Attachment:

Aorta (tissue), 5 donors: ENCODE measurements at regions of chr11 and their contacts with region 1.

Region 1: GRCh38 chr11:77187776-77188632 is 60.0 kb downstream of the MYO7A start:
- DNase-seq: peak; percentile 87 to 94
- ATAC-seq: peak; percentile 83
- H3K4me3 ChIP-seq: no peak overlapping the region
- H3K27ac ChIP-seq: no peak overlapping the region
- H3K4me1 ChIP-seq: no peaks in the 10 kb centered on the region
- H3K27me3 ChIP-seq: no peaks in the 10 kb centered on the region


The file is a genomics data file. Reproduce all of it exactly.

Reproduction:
Aorta (tissue), 5 donors: ENCODE measurements at regions of chr11 and their contacts with region 1.

Region 1: GRCh38 chr11:77187776-77188632 is 60.0 kb downstream of the MYO7A start:
- DNase-seq: peak; percentile 87 to 94
- ATAC-seq: peak; percentile 83
- H3K4me3 ChIP-seq: no peak overlapping the region
- H3K27ac ChIP-seq: no peak overlapping the region
- H3K4me1 ChIP-seq: no peaks in the 10 kb centered on the region
- H3K27me3 ChIP-seq: no peaks in the 10 kb centered on the region